Yukio Mishima on the Beautiful Death of James Dean
Novelists, However, Should Avoid Dying Young
The beautiful should die young, and everyone else should live as long as possible. Unfortunately, 95 percent of people get it backwards, with gorgeous people lingering into their eighties and hideous fools dropping dead at 21. Life never goes as planned; and we, the living, are cast into its comedy.
Greek mythology tells of how Achilles was forced to choose between a long life void of glory and a glorious young death. Without flinching, he chose the latter. Surely all but the most prosaic of men, if given the choice at the start of life, would do the same.
Each of us secretly hopes that our life story will be immortalized in song—or, for Alexander the Great, in stone. Per his decree, all statues were to be made only in the likeness of his 21-old self. As luck would have it, he died just after rounding 30, but if things had gone awry and he had lasted until 70, the discrepancy between the images left by his sculptors and the old man who left this earth would have made for a grim farce. Alexander was famous for his idolization of Achilles, and measured his entire life against his legend. He too dreamt of dying young, and knew that young death suited him.
There was a lot of talk about whether James Dean’s death was a mere car accident or a suicide. At the very least, I think we can all agree that no one who isn’t dreaming about death can ride a Porsche through every last red light on his way to a street race. To borrow a phrase from Hugo von Hofmannsthal on the tragic fate of Oscar Wilde, “It’s wrong to drag everything down to the level of a case of disaster.” I’m sure what Dean was gunning for was something he’d been after his whole life, something he was born to chase. His tragic death was in fact a consummate victory.
I felt the same pull. As a boy, I was deeply impressed by the young death of Raymond Radiguet. There was a time when I was sure I would die like him, at the age of 20, after creating a masterpiece to rival his, and was sure my death would be mourned as sorely. But I was mistaken, for this was not my lot. Only the rarest of novelists can get away with dying at 20. As it happens, nothing happened. I lived on, plodding my way through novel after novel, which has been a comedy in its own right, but if I’d died back then the comedy would have been irreparable. Somehow I was spared. It looks like I had a guardian angel, too.
The conditions necessary for an early death are pretty tough. First, you must be perfect for the role; and second, serendipity must play its part in bringing it to life. James Dean is an example of a flawless satisfaction of the two.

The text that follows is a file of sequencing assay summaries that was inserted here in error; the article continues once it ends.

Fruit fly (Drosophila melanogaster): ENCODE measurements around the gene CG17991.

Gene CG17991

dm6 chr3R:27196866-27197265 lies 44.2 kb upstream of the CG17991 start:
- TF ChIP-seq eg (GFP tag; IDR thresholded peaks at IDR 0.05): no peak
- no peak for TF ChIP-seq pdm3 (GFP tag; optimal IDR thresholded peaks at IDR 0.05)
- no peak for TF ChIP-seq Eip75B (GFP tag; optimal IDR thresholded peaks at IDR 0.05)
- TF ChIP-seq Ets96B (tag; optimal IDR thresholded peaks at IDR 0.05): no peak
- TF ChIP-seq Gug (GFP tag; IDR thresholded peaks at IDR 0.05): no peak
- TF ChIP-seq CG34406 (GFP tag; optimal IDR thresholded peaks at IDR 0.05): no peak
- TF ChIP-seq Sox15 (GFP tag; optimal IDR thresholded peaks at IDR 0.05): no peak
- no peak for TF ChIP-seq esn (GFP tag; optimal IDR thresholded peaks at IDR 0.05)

The skill of a twenty-something actor is never much to speak of, and Dean’s face, however handsome, was not in the league of Adonis or Antinous. But he had an outstanding sensitivity, a skittish bearing and expression that epitomized his stage of life, an almost mystical demeanor, the poise of a juvenile beast twitching with angst, a certain shrug to his shoulders, as if his arms were hurt, and a dark, boyish smile. If death had come any less swiftly, it all would have faded, and all the sooner because Dean was an actor, and a movie star at that, standing on the outermost edge of an unforgiving profession. Could we really expect the years ahead to promise him the gradual maturation enjoyed by a carefree artist? The only promise ahead of him was a certainty that, in due time, he would be tainted.
Writing of Raymond Radiguet, Albert Thibaudet once said, “The beloved yearling,like the greatest beauty in all of France, lives atop a treacherous summit.” Compared to Radiguet, Dean was even closer to the “greatest beauty in all of France,” and occupied a place a thousand times more dangerous.
The popular mind is hard to fathom. By now the moviegoing public has sullied countless “fresh new faces” and put them in the ground. One year after Dean’s death, those who would have been his ruin, had he lived, are still distraught over his passing. But is it really such a shame their hands never had a chance to tarnish him? Is it really such a shame that he was wise enough to make the first move, to take the lead and soar ahead, beyond the reaches of the snatching masses? The public is our marker for the cruel passage of time, and time is the perennial victor, but it will never shake the memory of this rare, happy, priceless stroke of defeat.
–Translated by Sam Bett
Yukio Mishima’s Star (translated by Sam Bett) is out April 30, 2019 via New Directions.
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